The past few weeks have felt a bit uphill on this side of life. Nothing terribly dramatic. Still, more trouble than I'm used to.
These moments have interrupted me, humbled me, worried me, frustrated me and left me feeling more cranky than I'd like to admit on this Day of Thanks.
I'm still in the middle of one of these situations. It is taking longer than I thought. It hurts worse than expected and it doesn't seem to value predictability nearly as much as I do.
As the hours pass and the questions stir, I fail to lean in - to depend. Instead I watch myself strive - completing, overcoming or simply crossing things off the list.
When Hannah was ill last week - the kind of ill that leads you to formulate alternative plans for next time - I spent more time cleaning closets (three in one day) than I did on my knees.
When I found myself wondering about my own test results, I climbed this.
I climbed it to remind myself that I was strong - that I can do things on my own. I told myself that there was little use in sitting around and waiting - that sweat, effort and momentum would make me feel better. And they can! They really can and that only adds to the confusion of it all from where I'm standing.
To sit and to wait makes me crazy. It feels so useless and unproductive. It lacks a plan - tangible indicators.
Somehow I've managed to lump waiting and prayer into the same dreadful category and secretly fear that neither prove especially fruitful.
Author Henri Nouwen has words for me and my present confusion.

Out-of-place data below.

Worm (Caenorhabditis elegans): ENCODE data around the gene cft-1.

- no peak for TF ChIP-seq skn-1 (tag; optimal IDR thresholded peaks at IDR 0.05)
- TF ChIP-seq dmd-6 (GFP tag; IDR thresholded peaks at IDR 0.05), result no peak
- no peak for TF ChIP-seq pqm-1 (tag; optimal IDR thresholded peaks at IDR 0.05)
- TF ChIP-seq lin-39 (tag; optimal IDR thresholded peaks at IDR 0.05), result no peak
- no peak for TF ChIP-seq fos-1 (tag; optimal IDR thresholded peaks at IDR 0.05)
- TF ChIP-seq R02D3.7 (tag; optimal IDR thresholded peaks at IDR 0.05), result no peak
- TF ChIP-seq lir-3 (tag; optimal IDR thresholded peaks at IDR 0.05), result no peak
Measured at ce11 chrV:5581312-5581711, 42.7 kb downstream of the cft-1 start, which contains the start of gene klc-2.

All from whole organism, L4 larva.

"How do we wait for God? We wait with patience. But patience does not mean passivity. Waiting patiently is not like waiting for the bus to come, the rain to stop, or the sun to rise. It is an active waiting in which we live the present moment to the full in order to find there the signs of the One we are waiting for.
The word patience comes from the Latin verb patior which means to suffer. Waiting patiently is suffering through the present moment, tasting it to the full, and letting the seeds that are sown in the ground on which we stand grow into strong plants. Waiting patiently always means paying attention to what is happening right before our eyes and seeing there the first rays of God's glorious coming."
So in moments like today - when I'm unable or finally unwilling to take on one more closet. When I know that the very best physical option for me is to sit, the question then becomes, will I dare to pray and to wait within this space?
May I find the courage to believe that patience and prayer are active, breathing, living, empowering practices that produce growth well beyond what my human striving ever will.